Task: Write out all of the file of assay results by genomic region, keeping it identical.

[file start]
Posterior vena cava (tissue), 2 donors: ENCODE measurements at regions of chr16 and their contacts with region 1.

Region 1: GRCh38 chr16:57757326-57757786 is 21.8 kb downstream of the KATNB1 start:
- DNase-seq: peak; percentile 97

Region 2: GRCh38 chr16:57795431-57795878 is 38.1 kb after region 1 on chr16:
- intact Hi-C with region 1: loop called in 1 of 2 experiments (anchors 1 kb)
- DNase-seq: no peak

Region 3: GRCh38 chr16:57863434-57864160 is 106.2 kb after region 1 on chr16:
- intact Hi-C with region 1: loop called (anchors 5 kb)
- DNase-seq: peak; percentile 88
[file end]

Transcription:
Posterior vena cava (tissue), 2 donors: ENCODE measurements at regions of chr16 and their contacts with region 1.

Region 1: GRCh38 chr16:57757326-57757786 is 21.8 kb downstream of the KATNB1 start:
- DNase-seq: peak; percentile 97

Region 2: GRCh38 chr16:57795431-57795878 is 38.1 kb after region 1 on chr16:
- intact Hi-C with region 1: loop called in 1 of 2 experiments (anchors 1 kb)
- DNase-seq: no peak

Region 3: GRCh38 chr16:57863434-57864160 is 106.2 kb after region 1 on chr16:
- intact Hi-C with region 1: loop called (anchors 5 kb)
- DNase-seq: peak; percentile 88